Highland Lakes

Country Club and Community Association

Speed Humps say “Slow Down on our Roads!”

Social and behavioral problems within communities are rarely caused by the majority—they’re more often the result of a few misguided people whose selfish behavior either directly or indirectly affects those around them. Such is the case with drivers who exceed the speed limit in and around Highland Lakes. Many people who use our roads respect the law and the importance of safety by resisting the urge to drive faster than 25 mph. They recognize that our roads are narrow, and the lines of sight are often limited by turns, sudden changes in elevation, and vegetation. But then there are some—members, and commuters who pass through—who have no regard for speed limits or, more importantly, anyone else who happens to be on the road.

These people—the indifferent, the inattentive, the self-absorbed—act as though the law doesn’t apply to them. Their behavior served as the catalyst that recently drove the Roads committee to recommend to the Voting Board that speed humps should be installed in specific locations around the Main Lake. And the same behavior drove the Voting Board to approve the Roads committee’s recommendation—the first round of speed humps are scheduled for installation later this month.

The fact is, our roads are shared by bicyclists and pedestrians (many of whom are pushing baby strollers, walking with small children, or being dragged around by pets). Injuring or killing one of them with an automobile (or having that fate befall you or a loved one) is a nightmare that ruins lives. Ignorance or disregard of the speed limit (legally it’s 25mph, with 15mph as the suggested speed limit on our roads) is not a viable defense. Neither is “I was running late.”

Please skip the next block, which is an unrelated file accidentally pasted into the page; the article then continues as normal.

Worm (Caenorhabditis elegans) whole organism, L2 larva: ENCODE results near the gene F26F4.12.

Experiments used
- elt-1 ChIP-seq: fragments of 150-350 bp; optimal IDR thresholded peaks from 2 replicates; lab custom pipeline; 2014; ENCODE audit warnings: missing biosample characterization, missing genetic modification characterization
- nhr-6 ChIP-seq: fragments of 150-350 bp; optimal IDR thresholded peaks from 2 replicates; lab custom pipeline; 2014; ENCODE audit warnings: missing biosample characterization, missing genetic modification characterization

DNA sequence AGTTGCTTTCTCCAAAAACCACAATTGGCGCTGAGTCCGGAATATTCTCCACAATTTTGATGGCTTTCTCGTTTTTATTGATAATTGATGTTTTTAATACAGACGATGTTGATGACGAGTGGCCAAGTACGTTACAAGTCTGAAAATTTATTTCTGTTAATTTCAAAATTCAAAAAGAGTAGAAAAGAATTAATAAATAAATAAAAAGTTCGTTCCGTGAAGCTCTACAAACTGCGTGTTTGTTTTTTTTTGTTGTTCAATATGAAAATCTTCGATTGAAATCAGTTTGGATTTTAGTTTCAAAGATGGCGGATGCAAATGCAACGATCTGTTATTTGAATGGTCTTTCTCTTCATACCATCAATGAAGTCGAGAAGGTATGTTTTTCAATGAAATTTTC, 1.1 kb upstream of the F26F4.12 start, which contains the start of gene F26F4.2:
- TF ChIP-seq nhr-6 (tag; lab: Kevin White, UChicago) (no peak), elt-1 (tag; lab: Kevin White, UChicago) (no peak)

The speed humps are a physical reminder that will act to dissuade scofflaws from speeding through our community, but the message they send to members and non-members alike should be heard much louder and taken much more seriously: The Club values human life more than any individual’s commute time, and our roads do not exist as a high-speed shortcut or risk-free motor skills test. Plan to leave your home a few seconds earlier so that you don’t feel compelled to speed… at least not inside the very community in which you live. Demonstrate some self-awareness, show respect for your neighbors, be a responsible member of your community, and use a modicum of common sense and decency—please slow down on our roads.

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